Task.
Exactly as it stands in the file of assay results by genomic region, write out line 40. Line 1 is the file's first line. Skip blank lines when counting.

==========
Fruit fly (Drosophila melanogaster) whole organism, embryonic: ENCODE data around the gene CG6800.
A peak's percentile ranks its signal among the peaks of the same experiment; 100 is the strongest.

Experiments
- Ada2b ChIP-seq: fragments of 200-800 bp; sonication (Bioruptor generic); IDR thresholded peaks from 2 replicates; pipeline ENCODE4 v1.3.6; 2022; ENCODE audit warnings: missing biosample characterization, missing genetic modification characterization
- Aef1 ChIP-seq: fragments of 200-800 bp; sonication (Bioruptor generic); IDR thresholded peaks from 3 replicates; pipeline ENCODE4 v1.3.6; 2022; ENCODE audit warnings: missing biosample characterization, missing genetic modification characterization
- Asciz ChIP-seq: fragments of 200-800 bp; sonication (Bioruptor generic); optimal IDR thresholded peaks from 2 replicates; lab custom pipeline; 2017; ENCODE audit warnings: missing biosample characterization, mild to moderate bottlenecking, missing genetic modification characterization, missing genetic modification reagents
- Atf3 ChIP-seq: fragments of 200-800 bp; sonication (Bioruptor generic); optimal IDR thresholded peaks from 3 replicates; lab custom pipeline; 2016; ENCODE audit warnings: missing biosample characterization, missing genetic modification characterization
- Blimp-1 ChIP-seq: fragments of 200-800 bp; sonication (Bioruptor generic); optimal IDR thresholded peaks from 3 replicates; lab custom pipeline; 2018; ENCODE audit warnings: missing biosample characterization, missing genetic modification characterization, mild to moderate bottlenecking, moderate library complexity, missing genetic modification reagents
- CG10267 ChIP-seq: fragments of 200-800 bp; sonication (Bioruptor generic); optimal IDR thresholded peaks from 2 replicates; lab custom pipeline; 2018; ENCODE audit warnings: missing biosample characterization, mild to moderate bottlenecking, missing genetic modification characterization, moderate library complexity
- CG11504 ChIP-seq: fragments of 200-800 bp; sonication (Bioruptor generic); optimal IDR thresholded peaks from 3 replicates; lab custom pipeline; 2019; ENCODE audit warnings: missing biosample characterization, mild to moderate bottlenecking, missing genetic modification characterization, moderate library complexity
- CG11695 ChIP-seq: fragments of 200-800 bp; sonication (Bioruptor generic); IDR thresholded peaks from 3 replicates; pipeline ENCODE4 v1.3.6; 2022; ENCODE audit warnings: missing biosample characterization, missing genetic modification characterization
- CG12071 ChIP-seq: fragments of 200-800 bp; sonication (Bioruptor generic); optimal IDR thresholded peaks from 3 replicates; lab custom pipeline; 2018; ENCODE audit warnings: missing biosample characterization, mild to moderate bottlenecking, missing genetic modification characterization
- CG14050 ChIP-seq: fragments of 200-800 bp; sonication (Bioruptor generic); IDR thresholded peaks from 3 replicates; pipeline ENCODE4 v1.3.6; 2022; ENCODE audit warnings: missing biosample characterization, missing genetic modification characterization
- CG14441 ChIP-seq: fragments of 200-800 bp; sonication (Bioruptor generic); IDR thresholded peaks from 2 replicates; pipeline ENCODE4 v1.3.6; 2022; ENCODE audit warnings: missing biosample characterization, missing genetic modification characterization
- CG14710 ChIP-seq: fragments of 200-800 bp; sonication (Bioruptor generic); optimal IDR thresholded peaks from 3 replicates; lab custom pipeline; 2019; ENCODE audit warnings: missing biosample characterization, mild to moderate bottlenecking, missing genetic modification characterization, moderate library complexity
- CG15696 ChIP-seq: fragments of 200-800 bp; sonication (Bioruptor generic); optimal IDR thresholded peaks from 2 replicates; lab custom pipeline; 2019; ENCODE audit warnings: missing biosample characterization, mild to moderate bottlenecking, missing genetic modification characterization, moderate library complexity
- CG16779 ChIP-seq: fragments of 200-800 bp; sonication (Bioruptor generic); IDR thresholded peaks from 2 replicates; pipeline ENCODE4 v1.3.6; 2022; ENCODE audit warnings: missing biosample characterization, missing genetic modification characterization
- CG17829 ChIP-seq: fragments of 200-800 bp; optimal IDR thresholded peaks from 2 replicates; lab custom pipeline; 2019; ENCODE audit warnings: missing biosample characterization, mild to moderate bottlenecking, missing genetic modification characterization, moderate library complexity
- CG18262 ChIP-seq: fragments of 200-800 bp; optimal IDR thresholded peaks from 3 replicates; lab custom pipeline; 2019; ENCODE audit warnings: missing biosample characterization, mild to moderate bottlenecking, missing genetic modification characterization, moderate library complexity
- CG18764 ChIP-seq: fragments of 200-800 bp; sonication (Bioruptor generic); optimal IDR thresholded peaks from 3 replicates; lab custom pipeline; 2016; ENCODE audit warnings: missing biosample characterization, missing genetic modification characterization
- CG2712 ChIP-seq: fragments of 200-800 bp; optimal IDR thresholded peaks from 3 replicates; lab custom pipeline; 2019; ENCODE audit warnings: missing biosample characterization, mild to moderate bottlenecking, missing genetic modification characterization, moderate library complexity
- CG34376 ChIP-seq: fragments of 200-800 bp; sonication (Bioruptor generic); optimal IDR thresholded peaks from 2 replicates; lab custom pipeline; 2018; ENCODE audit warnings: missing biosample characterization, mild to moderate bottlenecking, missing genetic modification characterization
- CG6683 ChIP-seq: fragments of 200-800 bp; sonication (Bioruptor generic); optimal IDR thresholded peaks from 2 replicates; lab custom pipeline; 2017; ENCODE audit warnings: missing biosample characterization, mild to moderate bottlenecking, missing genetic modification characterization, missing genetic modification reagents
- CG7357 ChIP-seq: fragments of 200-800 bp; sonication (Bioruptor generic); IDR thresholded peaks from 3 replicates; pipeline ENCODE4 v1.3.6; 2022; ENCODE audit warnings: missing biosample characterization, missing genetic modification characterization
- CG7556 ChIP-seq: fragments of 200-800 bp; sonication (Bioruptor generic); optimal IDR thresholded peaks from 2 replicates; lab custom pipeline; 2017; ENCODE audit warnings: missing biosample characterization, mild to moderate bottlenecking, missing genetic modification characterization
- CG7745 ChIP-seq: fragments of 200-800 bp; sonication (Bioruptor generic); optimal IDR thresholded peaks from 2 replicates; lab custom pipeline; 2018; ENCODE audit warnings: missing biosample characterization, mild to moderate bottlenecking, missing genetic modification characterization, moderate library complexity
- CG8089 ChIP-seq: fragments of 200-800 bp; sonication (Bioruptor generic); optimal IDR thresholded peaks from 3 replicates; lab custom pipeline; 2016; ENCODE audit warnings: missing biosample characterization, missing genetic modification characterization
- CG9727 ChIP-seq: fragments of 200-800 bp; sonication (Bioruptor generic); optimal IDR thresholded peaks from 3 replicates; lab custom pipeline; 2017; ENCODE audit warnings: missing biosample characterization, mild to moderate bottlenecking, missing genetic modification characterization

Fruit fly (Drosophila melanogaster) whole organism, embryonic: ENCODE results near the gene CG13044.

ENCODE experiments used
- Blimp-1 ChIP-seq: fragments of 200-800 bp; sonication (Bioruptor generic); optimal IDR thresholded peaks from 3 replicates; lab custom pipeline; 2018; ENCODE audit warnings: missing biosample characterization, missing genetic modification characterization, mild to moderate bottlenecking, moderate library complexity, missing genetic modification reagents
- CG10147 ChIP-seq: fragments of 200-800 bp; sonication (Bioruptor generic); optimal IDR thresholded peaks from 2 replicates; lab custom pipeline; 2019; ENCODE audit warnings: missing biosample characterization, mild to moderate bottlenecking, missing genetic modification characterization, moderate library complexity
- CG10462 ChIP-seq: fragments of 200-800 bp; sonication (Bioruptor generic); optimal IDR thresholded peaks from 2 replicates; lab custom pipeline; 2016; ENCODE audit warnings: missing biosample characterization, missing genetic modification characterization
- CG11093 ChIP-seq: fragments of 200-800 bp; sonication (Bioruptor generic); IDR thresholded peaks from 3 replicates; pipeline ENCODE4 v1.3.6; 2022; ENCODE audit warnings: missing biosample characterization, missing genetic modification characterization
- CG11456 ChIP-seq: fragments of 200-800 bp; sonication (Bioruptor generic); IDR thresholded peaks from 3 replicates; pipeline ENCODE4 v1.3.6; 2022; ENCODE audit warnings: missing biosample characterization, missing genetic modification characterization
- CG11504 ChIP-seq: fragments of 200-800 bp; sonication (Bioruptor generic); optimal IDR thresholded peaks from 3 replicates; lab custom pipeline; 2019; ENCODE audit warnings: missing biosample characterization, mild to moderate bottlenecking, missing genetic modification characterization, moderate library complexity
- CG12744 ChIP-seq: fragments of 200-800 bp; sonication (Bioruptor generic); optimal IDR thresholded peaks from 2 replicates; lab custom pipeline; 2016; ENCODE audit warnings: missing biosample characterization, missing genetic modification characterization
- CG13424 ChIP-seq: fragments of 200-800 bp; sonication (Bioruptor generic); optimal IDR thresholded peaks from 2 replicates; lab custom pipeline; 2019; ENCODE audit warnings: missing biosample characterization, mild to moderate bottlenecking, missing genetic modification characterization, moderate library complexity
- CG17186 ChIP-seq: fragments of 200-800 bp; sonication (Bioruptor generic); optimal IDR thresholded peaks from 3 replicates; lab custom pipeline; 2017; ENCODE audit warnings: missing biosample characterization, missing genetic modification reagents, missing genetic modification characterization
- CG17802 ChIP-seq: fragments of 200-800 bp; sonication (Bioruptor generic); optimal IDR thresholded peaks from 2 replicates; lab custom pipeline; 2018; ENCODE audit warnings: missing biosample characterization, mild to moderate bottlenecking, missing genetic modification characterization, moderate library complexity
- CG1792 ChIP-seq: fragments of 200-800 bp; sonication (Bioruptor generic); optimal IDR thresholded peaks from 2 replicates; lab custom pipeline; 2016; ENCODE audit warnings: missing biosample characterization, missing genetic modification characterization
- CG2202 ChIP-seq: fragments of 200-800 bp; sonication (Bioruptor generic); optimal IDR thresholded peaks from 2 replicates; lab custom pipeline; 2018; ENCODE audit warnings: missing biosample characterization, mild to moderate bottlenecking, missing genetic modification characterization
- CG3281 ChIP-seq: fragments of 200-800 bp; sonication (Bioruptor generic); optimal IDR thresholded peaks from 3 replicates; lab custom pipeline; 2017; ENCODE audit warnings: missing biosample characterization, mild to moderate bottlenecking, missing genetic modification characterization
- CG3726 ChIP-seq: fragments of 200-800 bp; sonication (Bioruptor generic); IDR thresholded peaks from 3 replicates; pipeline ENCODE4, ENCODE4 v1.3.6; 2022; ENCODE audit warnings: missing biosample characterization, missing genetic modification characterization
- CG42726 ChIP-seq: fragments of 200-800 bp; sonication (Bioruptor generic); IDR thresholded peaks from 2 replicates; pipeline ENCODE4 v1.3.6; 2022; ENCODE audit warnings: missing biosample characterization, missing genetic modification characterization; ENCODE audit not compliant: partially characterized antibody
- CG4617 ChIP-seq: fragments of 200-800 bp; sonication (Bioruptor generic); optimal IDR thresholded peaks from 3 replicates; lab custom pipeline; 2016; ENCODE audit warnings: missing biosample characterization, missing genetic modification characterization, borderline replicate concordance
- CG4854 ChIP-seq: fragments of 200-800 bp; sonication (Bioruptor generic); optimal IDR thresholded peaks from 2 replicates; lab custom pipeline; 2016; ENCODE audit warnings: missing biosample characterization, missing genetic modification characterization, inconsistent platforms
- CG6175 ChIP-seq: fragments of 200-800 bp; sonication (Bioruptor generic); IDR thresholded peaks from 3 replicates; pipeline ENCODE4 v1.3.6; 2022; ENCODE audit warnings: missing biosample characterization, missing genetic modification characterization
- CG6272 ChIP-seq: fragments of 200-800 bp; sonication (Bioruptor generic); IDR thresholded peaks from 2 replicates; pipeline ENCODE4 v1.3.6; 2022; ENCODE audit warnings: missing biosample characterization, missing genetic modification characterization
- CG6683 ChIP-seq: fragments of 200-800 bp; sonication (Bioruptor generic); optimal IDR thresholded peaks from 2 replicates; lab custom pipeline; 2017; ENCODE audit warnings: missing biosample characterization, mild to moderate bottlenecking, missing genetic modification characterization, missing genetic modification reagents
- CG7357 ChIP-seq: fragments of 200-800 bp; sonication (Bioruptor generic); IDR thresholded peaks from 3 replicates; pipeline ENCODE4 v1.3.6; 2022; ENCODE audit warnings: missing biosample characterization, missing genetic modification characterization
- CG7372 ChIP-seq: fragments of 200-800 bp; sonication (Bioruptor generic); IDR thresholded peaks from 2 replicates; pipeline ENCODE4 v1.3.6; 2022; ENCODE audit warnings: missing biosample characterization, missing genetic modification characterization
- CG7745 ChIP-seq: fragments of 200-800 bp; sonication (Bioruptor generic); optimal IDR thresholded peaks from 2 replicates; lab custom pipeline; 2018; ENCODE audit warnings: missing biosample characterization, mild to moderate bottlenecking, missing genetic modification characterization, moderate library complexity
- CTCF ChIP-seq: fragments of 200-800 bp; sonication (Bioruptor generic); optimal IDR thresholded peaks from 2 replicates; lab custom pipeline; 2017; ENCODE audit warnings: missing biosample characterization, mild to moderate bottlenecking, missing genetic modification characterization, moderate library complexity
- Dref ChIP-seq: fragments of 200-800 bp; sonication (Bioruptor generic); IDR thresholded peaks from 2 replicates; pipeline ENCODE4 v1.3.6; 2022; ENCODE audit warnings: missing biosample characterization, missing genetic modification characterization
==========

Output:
- CG17802 ChIP-seq: fragments of 200-800 bp; sonication (Bioruptor generic); optimal IDR thresholded peaks from 2 replicates; lab custom pipeline; 2018; ENCODE audit warnings: missing biosample characterization, mild to moderate bottlenecking, missing genetic modification characterization, moderate library complexity